Howard describes himself as a nonideological “mountain-state Republican”—fiscally conservative and socially progressive. Yet he drives the Democrats crazy by supporting charter schools and vouchers. He’d like poor kids to have a chance to migrate to a better economic status and believes the schools are the greatest gateway in American culture for that. “What’s missing in a public schools monopoly is a sense of urgency—what difference does it make if the school doesn’t get better this year or next year? You’re on the payroll, everybody is still getting their paycheck. It’s the kids that are still passed year to year, without hope and without a chance. That’s why school choice is so important for me.”

But Atlanta’s mayor has no real authority over schools, only a bully pulpit. So what would be at the top of his political agenda? “I’m obsessed with traffic,” Howard says. “Shirley has been the sewer mayor. I’d be the traffic mayor.”

Liberating the city too gridlocked to wait is an ambitious agenda, but Howard’s Achilles’ heel is his lack of political office experience. “When a voter examines Howard’s experience the question will be, ‘What has he ever run?’ Remember that Shirley Franklin emphasized her administrative experience under Andrew Young and Maynard Jackson as well as running the Olympics,” says political insider Michael Jablonski, who has advised former Governor Roy Barnes and Mayor Shirley Franklin, has a law practice concentrating on election law, is general counsel to the Democratic Party of Georgia, and is an instructor in political communication at Georgia State University. “Howard’s intelligence will get in his way because he is a first-time candidate. He will make rookie mistakes. And being smart means that he will probably invent new ones.”

Howard advises listeners who want to buy into a franchise to work there first: “Learn it from the inside out, even if it means emptying trash cans at first.” Yet without running for so much as dogcatcher, he’s applying for Atlanta’s top political job, asserting, “I’d really want to come in clean slate, make my mistakes and then hopefully figure out the best way to do it.”

As the rumors of a Clark Howard candidacy began to swirl last summer, the political blogosphere erupted. Along with a lot of encouraging grassroots support, the discouraging word on the blogs—and behind closed doors with some city bigwigs—is that Howard can’t win because he’s a straight, white male.

Sam Massell, Buckhead Coalition president and former mayor, says, “With the overwhelming majority of Atlanta’s registered voters being African American, it is reasonable to expect the leading black will win in a runoff against the most popular white.”

But Howard believes city demographics are changing and will be split fifty-fifty in terms of actual voters in the next election, due to the population growth fueled by corporate nomads and people moving back into the city to escape heinous commutes. If bigotry drove people out, traffic is driving them right back in.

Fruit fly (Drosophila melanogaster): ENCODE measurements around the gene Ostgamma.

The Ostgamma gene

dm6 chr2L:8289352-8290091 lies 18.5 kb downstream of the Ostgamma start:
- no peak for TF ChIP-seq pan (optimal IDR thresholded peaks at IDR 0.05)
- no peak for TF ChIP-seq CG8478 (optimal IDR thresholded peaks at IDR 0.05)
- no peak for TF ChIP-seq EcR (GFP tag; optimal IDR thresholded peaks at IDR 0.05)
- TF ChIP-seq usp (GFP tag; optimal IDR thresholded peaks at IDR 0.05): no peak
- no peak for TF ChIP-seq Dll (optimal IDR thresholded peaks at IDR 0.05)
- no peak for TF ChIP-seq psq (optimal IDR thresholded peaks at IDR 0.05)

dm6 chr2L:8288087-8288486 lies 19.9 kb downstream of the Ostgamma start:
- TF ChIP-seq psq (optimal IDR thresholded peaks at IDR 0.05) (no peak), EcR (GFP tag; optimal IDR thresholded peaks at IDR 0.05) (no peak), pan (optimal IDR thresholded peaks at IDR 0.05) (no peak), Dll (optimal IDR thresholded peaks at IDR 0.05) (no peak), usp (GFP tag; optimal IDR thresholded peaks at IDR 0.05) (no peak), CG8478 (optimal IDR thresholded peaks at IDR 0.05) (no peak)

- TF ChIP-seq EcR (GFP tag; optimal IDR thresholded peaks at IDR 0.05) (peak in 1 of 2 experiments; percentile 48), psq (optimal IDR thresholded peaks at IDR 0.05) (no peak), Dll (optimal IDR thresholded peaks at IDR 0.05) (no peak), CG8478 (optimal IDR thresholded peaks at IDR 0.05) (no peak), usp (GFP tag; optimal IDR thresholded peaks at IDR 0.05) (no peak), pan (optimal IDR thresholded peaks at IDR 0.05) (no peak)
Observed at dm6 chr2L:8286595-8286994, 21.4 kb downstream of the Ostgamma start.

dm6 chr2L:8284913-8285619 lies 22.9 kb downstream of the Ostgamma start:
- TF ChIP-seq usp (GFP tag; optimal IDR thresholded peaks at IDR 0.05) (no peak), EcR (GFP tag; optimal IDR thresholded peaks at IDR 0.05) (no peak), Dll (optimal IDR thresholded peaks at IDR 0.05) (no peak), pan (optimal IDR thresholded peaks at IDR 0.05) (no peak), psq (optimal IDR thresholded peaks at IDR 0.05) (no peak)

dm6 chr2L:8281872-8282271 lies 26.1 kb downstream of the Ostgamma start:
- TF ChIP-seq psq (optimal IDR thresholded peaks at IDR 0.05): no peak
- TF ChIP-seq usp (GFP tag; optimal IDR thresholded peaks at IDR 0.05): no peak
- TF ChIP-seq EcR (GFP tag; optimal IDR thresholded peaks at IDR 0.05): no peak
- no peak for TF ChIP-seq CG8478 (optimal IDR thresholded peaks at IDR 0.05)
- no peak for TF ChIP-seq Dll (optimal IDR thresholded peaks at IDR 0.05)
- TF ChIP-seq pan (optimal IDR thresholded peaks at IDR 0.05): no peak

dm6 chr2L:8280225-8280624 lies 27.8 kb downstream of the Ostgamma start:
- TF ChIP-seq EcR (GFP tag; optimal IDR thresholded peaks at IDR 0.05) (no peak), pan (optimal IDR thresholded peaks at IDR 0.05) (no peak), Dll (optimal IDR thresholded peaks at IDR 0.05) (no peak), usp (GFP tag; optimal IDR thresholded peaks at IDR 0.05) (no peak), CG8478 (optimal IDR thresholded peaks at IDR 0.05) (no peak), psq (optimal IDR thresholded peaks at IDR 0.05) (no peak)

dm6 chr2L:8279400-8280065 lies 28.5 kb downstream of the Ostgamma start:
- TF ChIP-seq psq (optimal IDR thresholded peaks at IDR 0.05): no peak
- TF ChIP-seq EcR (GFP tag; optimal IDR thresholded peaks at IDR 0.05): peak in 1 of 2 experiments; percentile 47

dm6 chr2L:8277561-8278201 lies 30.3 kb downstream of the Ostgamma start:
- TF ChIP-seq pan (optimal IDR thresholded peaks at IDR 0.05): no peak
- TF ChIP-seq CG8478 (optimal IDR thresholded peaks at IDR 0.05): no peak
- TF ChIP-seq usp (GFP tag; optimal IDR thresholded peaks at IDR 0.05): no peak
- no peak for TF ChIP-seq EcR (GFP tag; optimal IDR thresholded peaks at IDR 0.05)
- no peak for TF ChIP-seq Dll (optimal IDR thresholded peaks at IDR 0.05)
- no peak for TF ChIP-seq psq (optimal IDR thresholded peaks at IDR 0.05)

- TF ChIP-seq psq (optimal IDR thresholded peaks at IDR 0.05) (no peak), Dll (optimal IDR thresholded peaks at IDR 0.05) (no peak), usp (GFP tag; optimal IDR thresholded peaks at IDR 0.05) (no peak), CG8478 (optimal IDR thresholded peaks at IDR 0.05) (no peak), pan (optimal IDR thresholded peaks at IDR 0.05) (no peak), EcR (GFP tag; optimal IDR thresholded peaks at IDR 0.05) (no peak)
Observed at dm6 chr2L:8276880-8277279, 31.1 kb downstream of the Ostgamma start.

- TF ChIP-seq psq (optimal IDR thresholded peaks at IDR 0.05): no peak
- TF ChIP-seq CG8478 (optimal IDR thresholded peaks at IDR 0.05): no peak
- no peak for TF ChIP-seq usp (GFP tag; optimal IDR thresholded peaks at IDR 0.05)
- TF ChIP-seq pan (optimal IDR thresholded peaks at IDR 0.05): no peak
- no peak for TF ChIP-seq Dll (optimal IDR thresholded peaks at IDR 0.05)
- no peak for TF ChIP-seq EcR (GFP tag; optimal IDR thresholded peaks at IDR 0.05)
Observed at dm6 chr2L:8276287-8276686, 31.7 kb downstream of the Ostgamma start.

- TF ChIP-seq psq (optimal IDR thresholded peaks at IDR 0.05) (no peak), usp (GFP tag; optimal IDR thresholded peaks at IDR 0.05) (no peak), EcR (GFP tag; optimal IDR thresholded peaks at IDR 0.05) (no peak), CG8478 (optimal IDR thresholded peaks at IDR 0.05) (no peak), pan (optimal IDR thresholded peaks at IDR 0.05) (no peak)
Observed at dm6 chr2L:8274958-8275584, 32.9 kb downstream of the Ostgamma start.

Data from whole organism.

So will he or won’t he?

Don’t expect for him to decide before 2008. He has a lot to think about. His current schedule permits time with his young children, time he’d lose to campaigning and governing. And he’d have to shut down his media organization, knowing that saying he’s going to run doesn’t mean he’s going to win, and that winning doesn’t mean he’d be effective.

“It’s not like a fork in the road. I’ve got to go pave a whole new road when I’ve already got a superhighway. I’ve got all this going on that I’d have to chop off at the knees. Anybody in my industry thinks I’ve lost my mind to even remotely consider it.”

If Howard does decide to run, the pundits have some suggestions. “There’s a good bit of poverty in the city and a gap between the haves and the have-nots. A mayor needs to address this,” says Dr. William Boone, professor of political science at Clark Atlanta University, “A mayor needs to be able to convince the state and surrounding counties to support Grady [Memorial Hospital].”

“I would hope that a Mayor Howard would focus on quality of life issues,” Jablonski says. “He should recognize that Mayor Franklin leaves the next mayor with an excellent foundation upon which a visionary can create an amazing city.”

“He is so popular and successful in his present public role, the only advice I would offer, if he runs, is to maintain his persona and don’t try to out-politic the politicians,” says Massell, Atlanta’s last white mayor.

“Since this started I’ve noticed two things, stark as they can be,” Howard says. “People who are insiders feel no hope and think I am wasting my time. People who are outside the political process think I can go in and change everything in one minute. I have the ability to surprise people who assume I can’t accomplish anything and to disappoint people who think I can fix everything.”

Howard asks all his radio show callers the same thing: “This is Clark Howard, how may I be of service?”

If he wants Atlantans to elect him as the next mayor, he’ll have to answer that question himself.

Mr. Rogers’ Neighborhood: Kenny Rogers wants to decorate your life

Kenny Rogers

This article was originally published in our September 2007 issue.

The fans run a gauntlet of slot machine-filled rooms illuminated by lights blinking in seizure-inducing, strobe-flashing rhythms. Electronic blurps and shrill lunatic crescendos wail, rising sirens—whoopwhoopWHOOP—overlaid with multiple-song bleed-over, as if every cell phone in every pocket in Atlantic City went off at once. When they reach the doors of the Trump Plaza Theater, the audience lines up in stretch jeans and cargo shorts, carefully trimmed white beards and mustaches, cowboy boots, beer guts, and bifocals. The casino smells like car deodorizer, fried grease, kegger dregs, and stale ashtrays. Smoke-free signs be damned—its in the fibers’ DNA here.